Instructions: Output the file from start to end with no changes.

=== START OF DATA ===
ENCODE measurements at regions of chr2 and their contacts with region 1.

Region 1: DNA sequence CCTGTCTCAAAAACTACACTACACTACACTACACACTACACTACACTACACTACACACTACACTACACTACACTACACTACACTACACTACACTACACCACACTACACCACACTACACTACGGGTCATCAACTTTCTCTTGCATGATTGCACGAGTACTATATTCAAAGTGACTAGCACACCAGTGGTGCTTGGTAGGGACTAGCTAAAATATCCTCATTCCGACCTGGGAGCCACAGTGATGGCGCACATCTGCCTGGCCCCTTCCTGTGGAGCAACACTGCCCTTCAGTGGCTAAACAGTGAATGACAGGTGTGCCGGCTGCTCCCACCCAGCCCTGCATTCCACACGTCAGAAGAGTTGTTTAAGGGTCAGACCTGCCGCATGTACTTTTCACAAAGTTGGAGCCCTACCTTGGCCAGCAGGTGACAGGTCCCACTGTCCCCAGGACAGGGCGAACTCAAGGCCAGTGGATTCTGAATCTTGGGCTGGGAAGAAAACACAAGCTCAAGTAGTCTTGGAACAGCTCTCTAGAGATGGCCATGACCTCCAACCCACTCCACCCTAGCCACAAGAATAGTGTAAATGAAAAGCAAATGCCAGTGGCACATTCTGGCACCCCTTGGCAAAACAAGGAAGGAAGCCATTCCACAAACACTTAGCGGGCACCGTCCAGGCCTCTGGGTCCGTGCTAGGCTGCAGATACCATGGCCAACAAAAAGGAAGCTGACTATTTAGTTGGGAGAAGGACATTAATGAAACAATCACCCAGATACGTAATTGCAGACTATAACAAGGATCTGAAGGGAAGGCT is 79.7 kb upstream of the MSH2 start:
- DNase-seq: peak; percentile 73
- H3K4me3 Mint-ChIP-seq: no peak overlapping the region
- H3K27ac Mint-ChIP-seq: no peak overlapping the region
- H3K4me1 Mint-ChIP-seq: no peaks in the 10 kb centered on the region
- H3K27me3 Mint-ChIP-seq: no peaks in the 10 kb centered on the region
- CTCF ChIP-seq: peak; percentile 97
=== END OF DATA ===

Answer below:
ENCODE measurements at regions of chr2 and their contacts with region 1.

Region 1: DNA sequence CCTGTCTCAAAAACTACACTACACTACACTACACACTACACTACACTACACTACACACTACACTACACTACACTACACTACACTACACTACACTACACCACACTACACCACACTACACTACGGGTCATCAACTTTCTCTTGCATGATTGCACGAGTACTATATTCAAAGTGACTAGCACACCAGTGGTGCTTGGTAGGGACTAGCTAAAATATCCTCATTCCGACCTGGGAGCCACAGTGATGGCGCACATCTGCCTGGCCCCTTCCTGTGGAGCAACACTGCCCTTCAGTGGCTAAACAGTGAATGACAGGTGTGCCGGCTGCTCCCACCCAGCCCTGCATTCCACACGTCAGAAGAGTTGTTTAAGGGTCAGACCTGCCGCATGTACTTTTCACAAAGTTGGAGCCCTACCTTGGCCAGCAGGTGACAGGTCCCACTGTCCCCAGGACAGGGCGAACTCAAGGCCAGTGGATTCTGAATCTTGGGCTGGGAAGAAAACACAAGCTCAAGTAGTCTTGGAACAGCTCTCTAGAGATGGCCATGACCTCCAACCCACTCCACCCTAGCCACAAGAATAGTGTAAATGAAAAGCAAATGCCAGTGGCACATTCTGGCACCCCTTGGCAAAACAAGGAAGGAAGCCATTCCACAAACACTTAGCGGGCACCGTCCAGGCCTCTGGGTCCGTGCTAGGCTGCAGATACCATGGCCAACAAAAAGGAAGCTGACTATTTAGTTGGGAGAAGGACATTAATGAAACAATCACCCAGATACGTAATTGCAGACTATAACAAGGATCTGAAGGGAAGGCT is 79.7 kb upstream of the MSH2 start:
- DNase-seq: peak; percentile 73
- H3K4me3 Mint-ChIP-seq: no peak overlapping the region
- H3K27ac Mint-ChIP-seq: no peak overlapping the region
- H3K4me1 Mint-ChIP-seq: no peaks in the 10 kb centered on the region
- H3K27me3 Mint-ChIP-seq: no peaks in the 10 kb centered on the region
- CTCF ChIP-seq: peak; percentile 97